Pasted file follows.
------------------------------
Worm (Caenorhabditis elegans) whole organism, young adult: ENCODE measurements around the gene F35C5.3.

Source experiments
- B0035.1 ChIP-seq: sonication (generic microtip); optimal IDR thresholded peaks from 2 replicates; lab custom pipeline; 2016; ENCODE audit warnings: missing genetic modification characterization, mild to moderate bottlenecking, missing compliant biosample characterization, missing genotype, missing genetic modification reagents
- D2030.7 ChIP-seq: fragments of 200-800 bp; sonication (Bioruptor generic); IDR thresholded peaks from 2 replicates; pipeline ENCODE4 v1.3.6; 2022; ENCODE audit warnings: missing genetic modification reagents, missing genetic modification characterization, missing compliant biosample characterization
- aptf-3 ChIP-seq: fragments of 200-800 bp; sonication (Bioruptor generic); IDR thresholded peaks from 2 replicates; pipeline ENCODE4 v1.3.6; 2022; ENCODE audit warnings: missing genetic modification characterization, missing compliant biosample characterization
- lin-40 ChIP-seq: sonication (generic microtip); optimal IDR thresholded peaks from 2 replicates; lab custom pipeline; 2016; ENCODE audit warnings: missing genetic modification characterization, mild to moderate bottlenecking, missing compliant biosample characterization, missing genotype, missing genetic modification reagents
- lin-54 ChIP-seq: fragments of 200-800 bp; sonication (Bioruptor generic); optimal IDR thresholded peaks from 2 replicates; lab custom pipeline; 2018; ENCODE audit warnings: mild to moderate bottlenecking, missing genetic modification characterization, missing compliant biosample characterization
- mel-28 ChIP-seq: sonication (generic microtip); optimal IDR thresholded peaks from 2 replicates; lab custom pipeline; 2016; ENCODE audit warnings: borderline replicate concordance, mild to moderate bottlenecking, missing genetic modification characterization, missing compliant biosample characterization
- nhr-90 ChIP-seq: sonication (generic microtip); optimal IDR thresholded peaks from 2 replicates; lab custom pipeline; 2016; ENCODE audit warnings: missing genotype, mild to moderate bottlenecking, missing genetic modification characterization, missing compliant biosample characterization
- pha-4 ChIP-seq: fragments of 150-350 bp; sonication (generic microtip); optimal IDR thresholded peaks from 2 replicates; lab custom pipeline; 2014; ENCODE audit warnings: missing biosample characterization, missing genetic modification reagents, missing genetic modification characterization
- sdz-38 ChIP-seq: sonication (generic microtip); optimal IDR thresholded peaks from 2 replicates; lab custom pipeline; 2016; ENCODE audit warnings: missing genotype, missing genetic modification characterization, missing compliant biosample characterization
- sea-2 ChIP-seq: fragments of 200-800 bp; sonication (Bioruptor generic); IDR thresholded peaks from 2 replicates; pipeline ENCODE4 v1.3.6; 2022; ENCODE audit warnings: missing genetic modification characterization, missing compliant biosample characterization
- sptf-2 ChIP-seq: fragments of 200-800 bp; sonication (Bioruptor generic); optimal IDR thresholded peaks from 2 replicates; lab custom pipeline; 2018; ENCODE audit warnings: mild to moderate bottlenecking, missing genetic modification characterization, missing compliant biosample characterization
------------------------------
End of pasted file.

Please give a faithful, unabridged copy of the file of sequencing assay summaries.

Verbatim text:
Worm (Caenorhabditis elegans) whole organism, young adult: ENCODE measurements around the gene F35C5.3.

Source experiments
- B0035.1 ChIP-seq: sonication (generic microtip); optimal IDR thresholded peaks from 2 replicates; lab custom pipeline; 2016; ENCODE audit warnings: missing genetic modification characterization, mild to moderate bottlenecking, missing compliant biosample characterization, missing genotype, missing genetic modification reagents
- D2030.7 ChIP-seq: fragments of 200-800 bp; sonication (Bioruptor generic); IDR thresholded peaks from 2 replicates; pipeline ENCODE4 v1.3.6; 2022; ENCODE audit warnings: missing genetic modification reagents, missing genetic modification characterization, missing compliant biosample characterization
- aptf-3 ChIP-seq: fragments of 200-800 bp; sonication (Bioruptor generic); IDR thresholded peaks from 2 replicates; pipeline ENCODE4 v1.3.6; 2022; ENCODE audit warnings: missing genetic modification characterization, missing compliant biosample characterization
- lin-40 ChIP-seq: sonication (generic microtip); optimal IDR thresholded peaks from 2 replicates; lab custom pipeline; 2016; ENCODE audit warnings: missing genetic modification characterization, mild to moderate bottlenecking, missing compliant biosample characterization, missing genotype, missing genetic modification reagents
- lin-54 ChIP-seq: fragments of 200-800 bp; sonication (Bioruptor generic); optimal IDR thresholded peaks from 2 replicates; lab custom pipeline; 2018; ENCODE audit warnings: mild to moderate bottlenecking, missing genetic modification characterization, missing compliant biosample characterization
- mel-28 ChIP-seq: sonication (generic microtip); optimal IDR thresholded peaks from 2 replicates; lab custom pipeline; 2016; ENCODE audit warnings: borderline replicate concordance, mild to moderate bottlenecking, missing genetic modification characterization, missing compliant biosample characterization
- nhr-90 ChIP-seq: sonication (generic microtip); optimal IDR thresholded peaks from 2 replicates; lab custom pipeline; 2016; ENCODE audit warnings: missing genotype, mild to moderate bottlenecking, missing genetic modification characterization, missing compliant biosample characterization
- pha-4 ChIP-seq: fragments of 150-350 bp; sonication (generic microtip); optimal IDR thresholded peaks from 2 replicates; lab custom pipeline; 2014; ENCODE audit warnings: missing biosample characterization, missing genetic modification reagents, missing genetic modification characterization
- sdz-38 ChIP-seq: sonication (generic microtip); optimal IDR thresholded peaks from 2 replicates; lab custom pipeline; 2016; ENCODE audit warnings: missing genotype, missing genetic modification characterization, missing compliant biosample characterization
- sea-2 ChIP-seq: fragments of 200-800 bp; sonication (Bioruptor generic); IDR thresholded peaks from 2 replicates; pipeline ENCODE4 v1.3.6; 2022; ENCODE audit warnings: missing genetic modification characterization, missing compliant biosample characterization
- sptf-2 ChIP-seq: fragments of 200-800 bp; sonication (Bioruptor generic); optimal IDR thresholded peaks from 2 replicates; lab custom pipeline; 2018; ENCODE audit warnings: mild to moderate bottlenecking, missing genetic modification characterization, missing compliant biosample characterization